Every social media marketer is different. They have their own methods, practices and sets of skills. But there’s one thing that every social media marketer has in common–they all want to keep track of how they’re doing and if possible, optimize their performance.
This usually means measuring the value of the links they’re sharing on social media. How many link clicks are they generating? How much traffic are those links generating? Are those clicks turning into conversions?
It also means optimizing the performance of the links they’re sharing on social media. This typically involves getting more relevant link clicks and therefore, more high-quality traffic.
That’s where UTM tracking and URL shortening enter the picture. These two terms may sound a bit technical and perhaps slightly intimidating, but they don’t have to be. In fact, these tips could change your social media game if you learn how to master them. And that’s exactly what this post is going to help you do.
What is UTM tracking?
Let’s start with UTM tracking.
To really understand UTM tracking, you need to understand the meaning of UTM elements and the different UTM parameters you can track.
UTMs, or Urchin Tracking Modules, are a tracking device to help you get really specific with your traffic source. UTM tracking involves adding unique UTM codes to your URLs to easily identify exactly where your traffic is coming from. When you use UTMs correctly, it adds more specificity to your reporting while keeping everything relatively easy to track in tools like Google Analytics. Knowing what type of content led to the traffic could even help you get a better sense of why they decided to click on your link.
While the amount of UTM parameters you can add to an URL is virtually endless, you want to keep things brief and descriptive so you can actually track them effectively. There are three basic parameters required in standard UTM tracking:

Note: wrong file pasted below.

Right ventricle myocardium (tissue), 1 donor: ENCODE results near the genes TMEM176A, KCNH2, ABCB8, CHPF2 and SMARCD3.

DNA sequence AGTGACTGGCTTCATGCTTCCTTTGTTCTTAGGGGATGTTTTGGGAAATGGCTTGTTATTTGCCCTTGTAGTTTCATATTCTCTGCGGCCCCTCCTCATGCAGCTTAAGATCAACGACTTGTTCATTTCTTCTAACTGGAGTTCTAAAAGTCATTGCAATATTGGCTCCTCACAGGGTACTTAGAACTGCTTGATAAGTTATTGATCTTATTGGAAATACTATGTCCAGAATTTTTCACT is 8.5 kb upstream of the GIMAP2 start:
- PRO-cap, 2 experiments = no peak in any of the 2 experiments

utm_source – Helps you track which platform the traffic is coming from such as Facebook, Twitter, LinkedIn, etc.
utm_medium – Helps you understand what type of traffic it is–whether it’s paid, organic, referral, etc.
utm_campaign – Helps you track the specific campaign that resulted in the traffic.
You can add further parameters to narrow down on the specifics. For instance, perhaps you want to target a specific keyword for your campaign. Here, you can add the “utm_term” parameter to test how effective the keyword is in driving traffic to your site.
Or let’s say you want to compare two different ad creatives. This means you need to add the “utm_creative” parameter to see how each variation is performing.
To get a complete picture of how a UTM-tagged URL looks, let’s say you’re going to share the following link:
You want to share this link on Facebook as part of your paid social media campaign for Halloween. You’re also tracking the term “Halloween sale” and testing two different ad creatives–one with dogs in costumes and one with simple Halloween décor.
Your tagged URL for the first ad creative will look something like this:
As you might have guessed, it would be time-consuming to develop these UTM codes manually. That’s exactly why we have UTM builders.
These tools simplify the process of UTM creation. You just need to enter the relevant parameters and they will build the entire URL in an instant. Aside from the GA Campaign URL Builder, you can also use tools like UTMFTW, which has a Chrome extension to help you build UTMs on the fly, UTM Tag Builder or UTM.io to save time creating unique UTMs for your campaigns. UTM Tag Builder also features a built in link shortener which solves the problem of those long links.
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